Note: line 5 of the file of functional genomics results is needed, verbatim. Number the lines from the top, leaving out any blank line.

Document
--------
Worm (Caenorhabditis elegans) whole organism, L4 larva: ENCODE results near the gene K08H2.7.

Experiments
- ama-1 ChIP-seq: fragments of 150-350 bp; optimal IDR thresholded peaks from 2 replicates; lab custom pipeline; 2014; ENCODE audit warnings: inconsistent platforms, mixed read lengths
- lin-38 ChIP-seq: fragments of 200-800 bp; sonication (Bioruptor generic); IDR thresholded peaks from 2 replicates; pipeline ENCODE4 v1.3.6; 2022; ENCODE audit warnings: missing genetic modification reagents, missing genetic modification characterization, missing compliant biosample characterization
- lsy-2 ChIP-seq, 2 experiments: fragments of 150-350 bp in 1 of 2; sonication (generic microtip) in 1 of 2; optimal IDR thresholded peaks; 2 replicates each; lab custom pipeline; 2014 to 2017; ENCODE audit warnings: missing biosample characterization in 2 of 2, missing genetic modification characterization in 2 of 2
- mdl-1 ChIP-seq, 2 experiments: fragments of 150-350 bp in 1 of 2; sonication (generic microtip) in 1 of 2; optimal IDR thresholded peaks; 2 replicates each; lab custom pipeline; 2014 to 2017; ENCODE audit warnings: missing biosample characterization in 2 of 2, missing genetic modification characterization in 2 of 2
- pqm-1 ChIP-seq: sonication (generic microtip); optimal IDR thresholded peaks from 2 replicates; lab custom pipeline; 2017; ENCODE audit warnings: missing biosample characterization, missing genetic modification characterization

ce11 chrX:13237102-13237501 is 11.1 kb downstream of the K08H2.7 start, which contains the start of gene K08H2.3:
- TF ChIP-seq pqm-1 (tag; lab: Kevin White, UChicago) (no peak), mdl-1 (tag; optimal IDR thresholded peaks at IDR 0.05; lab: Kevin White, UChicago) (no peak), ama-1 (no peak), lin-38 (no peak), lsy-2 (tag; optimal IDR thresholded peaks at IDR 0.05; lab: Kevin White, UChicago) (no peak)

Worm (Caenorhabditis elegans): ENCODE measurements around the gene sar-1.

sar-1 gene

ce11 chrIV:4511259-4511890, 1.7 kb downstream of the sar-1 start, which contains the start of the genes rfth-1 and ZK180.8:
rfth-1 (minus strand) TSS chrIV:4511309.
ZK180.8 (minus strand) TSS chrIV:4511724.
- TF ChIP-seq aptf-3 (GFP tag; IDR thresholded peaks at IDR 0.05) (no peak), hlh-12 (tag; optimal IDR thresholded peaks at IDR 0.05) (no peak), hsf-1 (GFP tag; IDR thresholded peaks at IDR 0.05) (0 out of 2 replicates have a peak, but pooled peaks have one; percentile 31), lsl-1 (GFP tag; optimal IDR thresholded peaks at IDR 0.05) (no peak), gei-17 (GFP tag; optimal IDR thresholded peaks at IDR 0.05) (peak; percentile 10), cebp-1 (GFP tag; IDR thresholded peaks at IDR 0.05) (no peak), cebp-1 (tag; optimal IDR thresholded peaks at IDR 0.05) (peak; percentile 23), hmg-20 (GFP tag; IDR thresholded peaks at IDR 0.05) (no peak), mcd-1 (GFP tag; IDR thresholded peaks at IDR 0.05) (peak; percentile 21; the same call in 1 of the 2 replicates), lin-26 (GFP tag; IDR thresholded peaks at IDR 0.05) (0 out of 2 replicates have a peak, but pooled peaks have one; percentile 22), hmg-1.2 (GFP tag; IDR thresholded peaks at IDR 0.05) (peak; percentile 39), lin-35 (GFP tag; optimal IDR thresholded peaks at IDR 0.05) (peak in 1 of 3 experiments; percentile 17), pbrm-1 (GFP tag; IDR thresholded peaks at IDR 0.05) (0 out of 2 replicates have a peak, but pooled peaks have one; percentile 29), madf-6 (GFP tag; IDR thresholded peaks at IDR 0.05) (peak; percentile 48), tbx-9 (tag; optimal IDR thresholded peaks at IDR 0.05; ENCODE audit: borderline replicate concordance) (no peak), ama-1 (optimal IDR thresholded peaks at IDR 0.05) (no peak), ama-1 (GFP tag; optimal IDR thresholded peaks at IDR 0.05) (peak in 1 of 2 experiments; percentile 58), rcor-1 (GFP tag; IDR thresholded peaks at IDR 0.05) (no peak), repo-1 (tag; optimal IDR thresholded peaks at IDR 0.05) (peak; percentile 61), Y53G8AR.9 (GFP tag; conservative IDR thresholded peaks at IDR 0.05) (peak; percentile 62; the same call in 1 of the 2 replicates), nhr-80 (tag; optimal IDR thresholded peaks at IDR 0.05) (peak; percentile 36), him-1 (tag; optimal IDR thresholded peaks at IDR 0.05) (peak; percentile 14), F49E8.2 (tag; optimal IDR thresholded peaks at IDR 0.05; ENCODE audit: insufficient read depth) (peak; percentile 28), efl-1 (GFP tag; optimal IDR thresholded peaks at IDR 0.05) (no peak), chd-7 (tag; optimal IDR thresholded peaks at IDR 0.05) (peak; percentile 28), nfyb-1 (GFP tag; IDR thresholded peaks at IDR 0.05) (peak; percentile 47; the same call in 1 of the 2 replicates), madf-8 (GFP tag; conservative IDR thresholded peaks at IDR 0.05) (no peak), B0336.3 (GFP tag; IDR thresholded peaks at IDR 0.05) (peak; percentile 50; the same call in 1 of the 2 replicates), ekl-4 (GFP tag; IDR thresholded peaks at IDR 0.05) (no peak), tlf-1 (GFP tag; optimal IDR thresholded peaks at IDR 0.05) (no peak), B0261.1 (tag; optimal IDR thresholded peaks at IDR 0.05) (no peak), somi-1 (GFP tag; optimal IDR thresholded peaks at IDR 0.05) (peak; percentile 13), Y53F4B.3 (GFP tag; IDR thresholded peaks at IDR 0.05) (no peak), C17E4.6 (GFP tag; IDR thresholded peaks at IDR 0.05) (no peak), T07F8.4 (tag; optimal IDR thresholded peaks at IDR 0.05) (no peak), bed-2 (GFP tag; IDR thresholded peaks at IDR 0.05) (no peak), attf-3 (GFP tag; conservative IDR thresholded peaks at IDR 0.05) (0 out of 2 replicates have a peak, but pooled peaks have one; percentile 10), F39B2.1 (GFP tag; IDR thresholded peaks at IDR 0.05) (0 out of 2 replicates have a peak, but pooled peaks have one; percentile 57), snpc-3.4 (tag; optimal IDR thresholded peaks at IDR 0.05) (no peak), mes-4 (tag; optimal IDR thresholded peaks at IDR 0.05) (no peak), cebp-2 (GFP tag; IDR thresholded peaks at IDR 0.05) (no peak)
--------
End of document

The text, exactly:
- lsy-2 ChIP-seq, 2 experiments: fragments of 150-350 bp in 1 of 2; sonication (generic microtip) in 1 of 2; optimal IDR thresholded peaks; 2 replicates each; lab custom pipeline; 2014 to 2017; ENCODE audit warnings: missing biosample characterization in 2 of 2, missing genetic modification characterization in 2 of 2